Wine for a cajun dinner??? For a truly authentic gumbo meal in Louisiana I would serve saltine crackers and Lite beer. However we now live in Washington state and my wife has invited some very influential community leaders (small community) over for a “real“ (upscale) cajun chicken & sausage gumbo dinner. Being a beer drinker, I have absolutely no clue as to which wine I can serve with such a highly seasoned, full bodied, hardy and complex main course.
Original Post
Originally posted by mwagner7700:
No offense to grun, but a cab w/ this food would probably kill you. The alcohol content and tannins with the spicy food... OUCH!!!

No offense taken, wagner...

"Mommy, mommy, my heart stopped from this deadly Cab/Gumbo combo!"
"Son, wipe that crooked smile off your face, unplug yourself from defibrilator and go clean your room! And from now on, boy, you're drinking Alsatian Riesling with your Gumbo!"

Let's just say it's "men vs. boys" kind of match... Big Grin

Besides, it's a Washington Cab blend I'm talking about, not that syrup from Napa. How bad can it be?! Confused Wink Wink Smile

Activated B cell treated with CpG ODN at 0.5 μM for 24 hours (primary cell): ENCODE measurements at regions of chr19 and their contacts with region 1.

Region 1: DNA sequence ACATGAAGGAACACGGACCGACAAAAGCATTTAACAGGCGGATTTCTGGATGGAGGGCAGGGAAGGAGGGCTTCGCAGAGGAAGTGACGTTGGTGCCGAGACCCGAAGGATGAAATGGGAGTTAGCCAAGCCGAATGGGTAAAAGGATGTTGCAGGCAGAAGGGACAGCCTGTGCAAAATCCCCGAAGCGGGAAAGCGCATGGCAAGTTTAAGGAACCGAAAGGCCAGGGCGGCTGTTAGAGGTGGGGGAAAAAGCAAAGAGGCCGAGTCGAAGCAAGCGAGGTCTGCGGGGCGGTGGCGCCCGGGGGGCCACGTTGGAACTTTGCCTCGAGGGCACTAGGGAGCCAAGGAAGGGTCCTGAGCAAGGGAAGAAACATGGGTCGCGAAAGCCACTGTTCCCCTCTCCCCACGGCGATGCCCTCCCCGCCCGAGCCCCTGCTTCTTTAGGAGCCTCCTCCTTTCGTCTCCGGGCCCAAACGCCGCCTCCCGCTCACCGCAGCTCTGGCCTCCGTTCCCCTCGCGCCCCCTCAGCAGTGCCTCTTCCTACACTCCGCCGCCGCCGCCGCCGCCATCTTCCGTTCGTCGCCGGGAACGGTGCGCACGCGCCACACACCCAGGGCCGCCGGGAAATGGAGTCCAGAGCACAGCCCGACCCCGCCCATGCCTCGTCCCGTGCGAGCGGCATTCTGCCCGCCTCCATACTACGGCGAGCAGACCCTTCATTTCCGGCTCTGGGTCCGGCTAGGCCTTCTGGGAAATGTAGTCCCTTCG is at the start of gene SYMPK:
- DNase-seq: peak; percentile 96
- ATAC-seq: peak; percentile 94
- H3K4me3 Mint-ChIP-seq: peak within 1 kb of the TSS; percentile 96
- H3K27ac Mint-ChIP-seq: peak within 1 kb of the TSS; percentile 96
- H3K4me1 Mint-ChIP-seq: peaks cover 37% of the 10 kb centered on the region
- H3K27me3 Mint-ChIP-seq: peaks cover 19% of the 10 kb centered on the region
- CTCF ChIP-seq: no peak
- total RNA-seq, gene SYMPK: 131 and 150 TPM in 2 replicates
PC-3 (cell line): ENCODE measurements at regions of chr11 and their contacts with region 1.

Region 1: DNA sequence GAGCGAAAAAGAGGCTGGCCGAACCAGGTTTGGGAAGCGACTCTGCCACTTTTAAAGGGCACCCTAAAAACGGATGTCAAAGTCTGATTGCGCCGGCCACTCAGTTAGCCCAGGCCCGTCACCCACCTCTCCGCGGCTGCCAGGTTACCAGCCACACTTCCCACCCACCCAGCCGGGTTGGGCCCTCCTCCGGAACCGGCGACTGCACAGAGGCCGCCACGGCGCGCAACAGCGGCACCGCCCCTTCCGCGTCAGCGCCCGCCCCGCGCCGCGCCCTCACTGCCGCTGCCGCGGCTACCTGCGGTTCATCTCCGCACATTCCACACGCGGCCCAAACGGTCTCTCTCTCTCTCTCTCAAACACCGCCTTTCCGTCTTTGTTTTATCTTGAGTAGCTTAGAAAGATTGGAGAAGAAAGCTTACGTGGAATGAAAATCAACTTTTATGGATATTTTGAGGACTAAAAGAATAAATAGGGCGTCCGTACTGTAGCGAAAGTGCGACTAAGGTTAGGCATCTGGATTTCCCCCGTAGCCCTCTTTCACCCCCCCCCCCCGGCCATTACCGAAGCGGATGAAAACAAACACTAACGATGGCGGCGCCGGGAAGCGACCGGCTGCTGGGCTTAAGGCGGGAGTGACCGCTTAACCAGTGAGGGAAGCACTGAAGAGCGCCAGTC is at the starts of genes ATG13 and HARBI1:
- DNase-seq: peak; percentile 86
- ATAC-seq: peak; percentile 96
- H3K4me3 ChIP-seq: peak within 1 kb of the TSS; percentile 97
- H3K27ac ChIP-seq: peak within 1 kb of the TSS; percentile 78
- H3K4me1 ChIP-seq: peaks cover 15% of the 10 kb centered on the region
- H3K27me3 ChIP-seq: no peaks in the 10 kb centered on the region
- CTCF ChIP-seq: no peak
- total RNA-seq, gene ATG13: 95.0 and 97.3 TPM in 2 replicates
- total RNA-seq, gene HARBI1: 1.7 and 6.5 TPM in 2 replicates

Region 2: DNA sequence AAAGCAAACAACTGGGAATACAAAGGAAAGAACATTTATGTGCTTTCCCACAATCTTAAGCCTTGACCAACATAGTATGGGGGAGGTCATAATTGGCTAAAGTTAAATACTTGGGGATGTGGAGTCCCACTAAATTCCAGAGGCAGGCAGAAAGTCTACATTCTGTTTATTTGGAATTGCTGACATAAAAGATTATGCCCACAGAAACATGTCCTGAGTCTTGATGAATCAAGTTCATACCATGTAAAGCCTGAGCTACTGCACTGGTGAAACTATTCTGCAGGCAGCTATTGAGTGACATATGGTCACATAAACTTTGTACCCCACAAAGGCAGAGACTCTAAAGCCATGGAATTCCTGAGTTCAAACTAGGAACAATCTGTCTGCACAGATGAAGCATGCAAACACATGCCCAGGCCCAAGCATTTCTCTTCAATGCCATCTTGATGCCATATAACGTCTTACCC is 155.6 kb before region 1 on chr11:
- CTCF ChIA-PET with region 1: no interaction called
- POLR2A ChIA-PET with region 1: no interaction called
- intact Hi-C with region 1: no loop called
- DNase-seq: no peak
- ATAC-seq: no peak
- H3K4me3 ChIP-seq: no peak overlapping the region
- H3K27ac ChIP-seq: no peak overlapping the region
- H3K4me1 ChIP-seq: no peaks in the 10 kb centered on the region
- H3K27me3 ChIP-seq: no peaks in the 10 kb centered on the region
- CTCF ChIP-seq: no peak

Pairing wine with gumbo really does depend on what type of gumbo you're talking about. The term "gumbo" is about as definitive as "soup" or "stew". There are gumbos with every kind of ingredient imaginable--alligator, duck, seafood, etc. And from there you have the variables such as whether or not it contains tomatoes (sometimes in Creole gumbos, but never in Cajun gumbo), spiciness, etc.

Growing up my mother always made chicken and oyster gumbo as the soup course for Thanksgiving and it had no spiciness at all. The most common gumbos on restaurant menus (at least in the New Orleans area) are seafood or chicken and sausage. For chicken and sausage gumbo (usually with a very dark roux), I'd drink a Chardonnay or pinot noir. For a typical seafood gumbo, I'd probably opt for a pinot gris or sauvignon blanc.
Made chicken & sausage gumbo last weekend, no tomatoes. We usually make it fairly mild since there are usually children involved and you can spice it up at the table anyway.
Wines were 2002 Chateau St Michelle-Dr Loosen Riesling and 2001 Seghesio Zin Alexander Valley. Both went very well with the gumbo. Just enough sweetness and acidity in the Riesling & plenty of fruit and spice in the Zin

Will work for wine

Add Reply

Likes (0)